Daddy died three years ago, and there are still days when I an hardly catch my breath from the sheer sadness of that loss. I’ll spot an old guy in a Chevy truck or watch a sailboat glide across the bay and long for the days when he was here with us, in his old truck or on his big, red sailboat. More often than not these days though, I’m able to remember the funny and happy things that happened over the years. I guess that’s progress.
From my dad, I inherited a variety of interesting things. He loved newborn babies (me too!) and horses (yep!) and boats (absolutely!). I also got his legs. Ok for a man; not so great for a girl! I spent decades hating my legs…envying the skinny, bird-like legs of some of my best buddies. These hefty, strong legs proved handy, though, when Daddy got really sick. I was able to pick him up from his wheelchair, all by myself, and take him with me for long rides in the car. In his final year, we spent many hours driving around, parking in the harbor and remembering days gone by. How many 50+ gals (the ones with regular legs) can claim that?
In what was certainly a dream job, Poppy sold boats. He traveled the world, selling boats to distributors from Italy to Japan to South America and New Zealand. As a kid from a small East Texas town, he always dreamed of traveling, and for about 20 years, through the 1960s and 1970s, he did just that. When he came home on the weekends, though, off we would head for the lake, or the river, or the ocean (whichever one we happened to be living near at the time). My sisters and I grew up on a boat. Not bad work, if you can get it!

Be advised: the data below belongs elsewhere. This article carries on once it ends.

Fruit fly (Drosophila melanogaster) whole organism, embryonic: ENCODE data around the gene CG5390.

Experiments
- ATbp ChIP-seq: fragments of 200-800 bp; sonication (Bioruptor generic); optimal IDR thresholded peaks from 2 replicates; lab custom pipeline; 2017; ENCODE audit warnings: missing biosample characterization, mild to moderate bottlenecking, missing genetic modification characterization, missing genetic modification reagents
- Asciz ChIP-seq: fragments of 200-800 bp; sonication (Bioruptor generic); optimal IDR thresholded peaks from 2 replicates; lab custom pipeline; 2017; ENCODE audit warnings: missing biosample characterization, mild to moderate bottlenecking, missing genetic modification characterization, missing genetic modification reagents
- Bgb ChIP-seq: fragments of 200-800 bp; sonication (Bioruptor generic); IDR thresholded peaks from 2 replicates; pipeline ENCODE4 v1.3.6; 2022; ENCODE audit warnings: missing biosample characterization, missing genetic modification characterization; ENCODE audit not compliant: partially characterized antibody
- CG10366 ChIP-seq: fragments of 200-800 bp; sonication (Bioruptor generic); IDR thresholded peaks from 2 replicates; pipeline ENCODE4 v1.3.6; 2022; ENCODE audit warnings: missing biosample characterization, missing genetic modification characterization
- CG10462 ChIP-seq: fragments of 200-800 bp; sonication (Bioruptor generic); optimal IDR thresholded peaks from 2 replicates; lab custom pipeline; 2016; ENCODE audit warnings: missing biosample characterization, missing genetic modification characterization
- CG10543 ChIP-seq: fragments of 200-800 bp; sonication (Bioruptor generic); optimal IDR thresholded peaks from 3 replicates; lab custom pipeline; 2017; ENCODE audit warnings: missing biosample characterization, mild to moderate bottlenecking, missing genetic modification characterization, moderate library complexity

We had lots of adventures on those boats. One time, after setting my mother and baby sister up on an island in the middle of Lake Texoma, Daddy and I, along with my middle sister Tammy, headed out in the boat to get some minnows. On our way back, the motor went out on the boat, and there we were, in the middle of Texoma, with my mother and the baby waiting on the island and no way to get to them. Daddy tied a rope around his waist and pulled the boat (swimming) back to the island. It took all afternoon. I’ll never forget the glow of the blue citronella candle that night, as we finally reached my mother and the baby where they sat waiting for us on that island.
We had several adventures like that over the years, and while I’m not sure if we were ever in real danger, what I do know is that we were never afraid. We always just assumed that Daddy would take care of it…and he did. That’s the essence of a father in my opinion, both earthly and heavenly. He’s going to take care of us. No need to be afraid.
When we weren’t on a boat, Daddy was hauling something on his “old truck.” In our family, every piece of furniture has made its way up and down the highway at least a couple of times on Poppy’s truck. When I went to college in 1973, I had the cutest room at Texas Tech. Daddy snagged me some blue shag carpet from a boat show display, rolled it up on the top of a station wagon that he checked out of the demonstrator lot at the Chrysler plant, drove me across Texas and installed it in my room. Girls came from all over Clements Hall to admire his handiwork.
Through the years, he hauled firewood, Volkswagens, an entire mahogany executive office that Mack tore out of an old Southwestern Bell building back in the 80s, and a full train room that he installed for our boys when they were little. He even transported my sister’s pot-bellied pig, Ruby, and an occasional chicken.